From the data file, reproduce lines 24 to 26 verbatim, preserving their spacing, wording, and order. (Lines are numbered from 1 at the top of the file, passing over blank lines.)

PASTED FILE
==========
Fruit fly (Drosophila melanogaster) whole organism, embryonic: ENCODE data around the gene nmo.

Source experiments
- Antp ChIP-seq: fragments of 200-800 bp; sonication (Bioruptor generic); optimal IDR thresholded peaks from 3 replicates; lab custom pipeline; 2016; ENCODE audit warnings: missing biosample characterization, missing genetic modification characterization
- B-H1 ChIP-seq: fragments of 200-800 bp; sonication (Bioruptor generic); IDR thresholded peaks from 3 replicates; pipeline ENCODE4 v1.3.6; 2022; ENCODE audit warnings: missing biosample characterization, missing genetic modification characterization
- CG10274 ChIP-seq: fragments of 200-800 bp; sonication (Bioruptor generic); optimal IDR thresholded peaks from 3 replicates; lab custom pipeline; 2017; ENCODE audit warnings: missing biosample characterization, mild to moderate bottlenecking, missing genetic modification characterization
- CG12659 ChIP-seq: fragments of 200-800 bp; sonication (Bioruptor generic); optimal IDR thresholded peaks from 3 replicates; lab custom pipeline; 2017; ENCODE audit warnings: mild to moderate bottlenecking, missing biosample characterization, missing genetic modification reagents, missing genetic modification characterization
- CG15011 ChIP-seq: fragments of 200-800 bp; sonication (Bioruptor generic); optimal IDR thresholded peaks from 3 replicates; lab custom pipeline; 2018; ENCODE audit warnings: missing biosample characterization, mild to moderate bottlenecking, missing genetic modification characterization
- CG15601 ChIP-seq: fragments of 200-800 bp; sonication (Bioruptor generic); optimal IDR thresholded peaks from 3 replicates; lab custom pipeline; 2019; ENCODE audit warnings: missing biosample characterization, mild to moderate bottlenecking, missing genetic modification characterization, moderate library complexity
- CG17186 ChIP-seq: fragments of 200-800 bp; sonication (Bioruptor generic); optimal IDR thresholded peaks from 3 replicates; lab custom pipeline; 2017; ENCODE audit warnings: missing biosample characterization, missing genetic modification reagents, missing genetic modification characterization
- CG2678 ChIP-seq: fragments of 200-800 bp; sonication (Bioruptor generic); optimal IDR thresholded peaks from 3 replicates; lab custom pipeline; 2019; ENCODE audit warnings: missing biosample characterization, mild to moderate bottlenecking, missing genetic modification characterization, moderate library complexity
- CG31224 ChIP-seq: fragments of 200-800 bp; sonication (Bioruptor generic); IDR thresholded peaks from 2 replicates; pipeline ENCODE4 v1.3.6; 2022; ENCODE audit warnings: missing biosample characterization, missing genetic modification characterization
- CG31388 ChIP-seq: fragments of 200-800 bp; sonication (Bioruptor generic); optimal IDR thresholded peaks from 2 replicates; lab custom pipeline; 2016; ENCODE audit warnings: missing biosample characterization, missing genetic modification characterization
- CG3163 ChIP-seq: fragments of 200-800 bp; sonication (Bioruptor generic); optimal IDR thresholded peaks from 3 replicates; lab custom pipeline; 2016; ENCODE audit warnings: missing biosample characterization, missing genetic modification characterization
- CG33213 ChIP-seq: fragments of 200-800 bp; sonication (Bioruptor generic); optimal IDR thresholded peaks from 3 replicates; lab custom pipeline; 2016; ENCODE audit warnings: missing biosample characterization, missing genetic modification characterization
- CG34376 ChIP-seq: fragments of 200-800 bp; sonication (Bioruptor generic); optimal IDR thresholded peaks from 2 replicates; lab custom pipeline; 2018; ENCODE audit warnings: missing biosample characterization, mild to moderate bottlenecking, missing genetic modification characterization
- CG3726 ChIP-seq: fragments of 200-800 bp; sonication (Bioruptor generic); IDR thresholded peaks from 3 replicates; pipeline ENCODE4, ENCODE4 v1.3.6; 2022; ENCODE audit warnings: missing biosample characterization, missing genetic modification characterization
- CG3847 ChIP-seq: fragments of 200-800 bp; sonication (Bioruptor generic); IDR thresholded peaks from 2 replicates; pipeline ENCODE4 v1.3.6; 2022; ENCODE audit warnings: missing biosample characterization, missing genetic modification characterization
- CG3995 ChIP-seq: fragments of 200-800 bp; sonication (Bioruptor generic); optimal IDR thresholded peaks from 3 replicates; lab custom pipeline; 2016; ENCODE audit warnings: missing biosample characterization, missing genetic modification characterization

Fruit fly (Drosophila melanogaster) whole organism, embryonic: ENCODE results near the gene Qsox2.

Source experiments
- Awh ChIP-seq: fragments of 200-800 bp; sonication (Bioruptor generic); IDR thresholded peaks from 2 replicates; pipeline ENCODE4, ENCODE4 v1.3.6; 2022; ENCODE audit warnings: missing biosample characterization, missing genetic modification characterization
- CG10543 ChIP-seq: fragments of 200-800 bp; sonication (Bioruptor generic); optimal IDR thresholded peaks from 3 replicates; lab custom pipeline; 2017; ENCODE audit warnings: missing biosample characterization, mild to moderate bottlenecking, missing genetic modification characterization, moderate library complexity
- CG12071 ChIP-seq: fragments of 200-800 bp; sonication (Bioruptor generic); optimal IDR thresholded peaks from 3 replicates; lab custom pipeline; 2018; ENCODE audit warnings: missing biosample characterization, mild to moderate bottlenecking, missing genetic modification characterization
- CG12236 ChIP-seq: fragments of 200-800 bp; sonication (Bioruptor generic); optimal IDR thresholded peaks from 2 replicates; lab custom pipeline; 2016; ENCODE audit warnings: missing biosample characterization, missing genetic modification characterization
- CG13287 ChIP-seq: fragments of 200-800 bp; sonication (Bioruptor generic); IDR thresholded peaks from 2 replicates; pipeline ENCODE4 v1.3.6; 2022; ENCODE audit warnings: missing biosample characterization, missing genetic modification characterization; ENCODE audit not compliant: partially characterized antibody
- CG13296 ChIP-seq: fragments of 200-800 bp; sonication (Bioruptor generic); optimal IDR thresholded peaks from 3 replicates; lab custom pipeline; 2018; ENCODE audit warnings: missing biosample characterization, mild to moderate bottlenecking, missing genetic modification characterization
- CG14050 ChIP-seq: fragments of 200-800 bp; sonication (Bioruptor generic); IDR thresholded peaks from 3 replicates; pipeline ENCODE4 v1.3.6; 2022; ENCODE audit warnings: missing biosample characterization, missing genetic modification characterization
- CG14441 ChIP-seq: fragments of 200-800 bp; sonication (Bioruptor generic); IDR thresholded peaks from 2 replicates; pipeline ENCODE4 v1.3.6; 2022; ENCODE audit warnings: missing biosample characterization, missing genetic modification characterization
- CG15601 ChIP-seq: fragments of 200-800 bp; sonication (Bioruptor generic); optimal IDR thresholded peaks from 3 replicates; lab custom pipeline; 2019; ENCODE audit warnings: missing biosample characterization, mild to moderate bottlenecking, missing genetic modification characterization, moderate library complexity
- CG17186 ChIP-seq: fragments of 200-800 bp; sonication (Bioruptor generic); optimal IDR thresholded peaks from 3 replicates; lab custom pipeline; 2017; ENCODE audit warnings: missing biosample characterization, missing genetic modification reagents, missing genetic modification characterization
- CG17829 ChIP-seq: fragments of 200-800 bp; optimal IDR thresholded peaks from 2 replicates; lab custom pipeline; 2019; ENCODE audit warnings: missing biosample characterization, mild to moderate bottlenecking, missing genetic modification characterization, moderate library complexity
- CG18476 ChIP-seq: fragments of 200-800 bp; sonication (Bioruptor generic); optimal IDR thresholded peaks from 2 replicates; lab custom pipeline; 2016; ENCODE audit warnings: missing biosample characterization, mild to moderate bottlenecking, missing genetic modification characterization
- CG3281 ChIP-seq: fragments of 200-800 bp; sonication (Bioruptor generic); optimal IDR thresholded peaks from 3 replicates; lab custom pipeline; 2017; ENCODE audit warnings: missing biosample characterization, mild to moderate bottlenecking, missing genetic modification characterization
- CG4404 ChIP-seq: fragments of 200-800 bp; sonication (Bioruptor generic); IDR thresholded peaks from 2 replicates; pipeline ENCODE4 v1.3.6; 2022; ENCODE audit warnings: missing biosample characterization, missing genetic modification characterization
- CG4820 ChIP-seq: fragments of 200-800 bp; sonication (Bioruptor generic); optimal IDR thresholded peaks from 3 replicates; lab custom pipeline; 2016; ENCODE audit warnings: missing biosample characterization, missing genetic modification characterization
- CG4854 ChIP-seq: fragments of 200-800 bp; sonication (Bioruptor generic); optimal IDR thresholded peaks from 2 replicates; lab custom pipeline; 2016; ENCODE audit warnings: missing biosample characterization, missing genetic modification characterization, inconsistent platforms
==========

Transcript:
- CG12236 ChIP-seq: fragments of 200-800 bp; sonication (Bioruptor generic); optimal IDR thresholded peaks from 2 replicates; lab custom pipeline; 2016; ENCODE audit warnings: missing biosample characterization, missing genetic modification characterization
- CG13287 ChIP-seq: fragments of 200-800 bp; sonication (Bioruptor generic); IDR thresholded peaks from 2 replicates; pipeline ENCODE4 v1.3.6; 2022; ENCODE audit warnings: missing biosample characterization, missing genetic modification characterization; ENCODE audit not compliant: partially characterized antibody
- CG13296 ChIP-seq: fragments of 200-800 bp; sonication (Bioruptor generic); optimal IDR thresholded peaks from 3 replicates; lab custom pipeline; 2018; ENCODE audit warnings: missing biosample characterization, mild to moderate bottlenecking, missing genetic modification characterization